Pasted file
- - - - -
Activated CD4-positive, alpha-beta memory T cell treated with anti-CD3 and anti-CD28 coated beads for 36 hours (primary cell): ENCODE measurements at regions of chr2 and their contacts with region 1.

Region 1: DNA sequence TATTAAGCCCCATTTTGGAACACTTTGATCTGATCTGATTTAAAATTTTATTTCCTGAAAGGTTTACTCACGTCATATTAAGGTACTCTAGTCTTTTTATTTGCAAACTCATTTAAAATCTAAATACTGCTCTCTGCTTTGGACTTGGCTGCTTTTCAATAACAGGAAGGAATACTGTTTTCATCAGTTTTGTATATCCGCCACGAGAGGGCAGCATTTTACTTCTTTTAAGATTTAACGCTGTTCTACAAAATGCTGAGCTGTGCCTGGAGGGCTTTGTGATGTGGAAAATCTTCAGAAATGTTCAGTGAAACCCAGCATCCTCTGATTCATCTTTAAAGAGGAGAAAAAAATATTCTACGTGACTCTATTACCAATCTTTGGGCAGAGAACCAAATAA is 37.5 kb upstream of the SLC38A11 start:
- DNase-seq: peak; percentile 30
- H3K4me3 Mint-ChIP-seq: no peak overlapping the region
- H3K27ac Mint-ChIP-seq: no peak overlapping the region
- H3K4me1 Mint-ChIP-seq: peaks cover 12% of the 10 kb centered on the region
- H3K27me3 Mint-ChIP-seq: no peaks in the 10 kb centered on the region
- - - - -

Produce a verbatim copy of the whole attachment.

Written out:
Activated CD4-positive, alpha-beta memory T cell treated with anti-CD3 and anti-CD28 coated beads for 36 hours (primary cell): ENCODE measurements at regions of chr2 and their contacts with region 1.

Region 1: DNA sequence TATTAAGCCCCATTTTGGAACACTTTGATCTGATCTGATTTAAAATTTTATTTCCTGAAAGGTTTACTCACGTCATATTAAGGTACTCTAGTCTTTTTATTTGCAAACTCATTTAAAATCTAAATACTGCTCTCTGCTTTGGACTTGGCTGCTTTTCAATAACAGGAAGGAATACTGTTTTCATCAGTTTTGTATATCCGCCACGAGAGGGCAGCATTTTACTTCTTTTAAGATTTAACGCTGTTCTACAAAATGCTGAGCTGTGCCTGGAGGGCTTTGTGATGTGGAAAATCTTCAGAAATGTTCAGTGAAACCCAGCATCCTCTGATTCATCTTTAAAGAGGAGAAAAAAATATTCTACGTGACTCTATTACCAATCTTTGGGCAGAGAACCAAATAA is 37.5 kb upstream of the SLC38A11 start:
- DNase-seq: peak; percentile 30
- H3K4me3 Mint-ChIP-seq: no peak overlapping the region
- H3K27ac Mint-ChIP-seq: no peak overlapping the region
- H3K4me1 Mint-ChIP-seq: peaks cover 12% of the 10 kb centered on the region
- H3K27me3 Mint-ChIP-seq: no peaks in the 10 kb centered on the region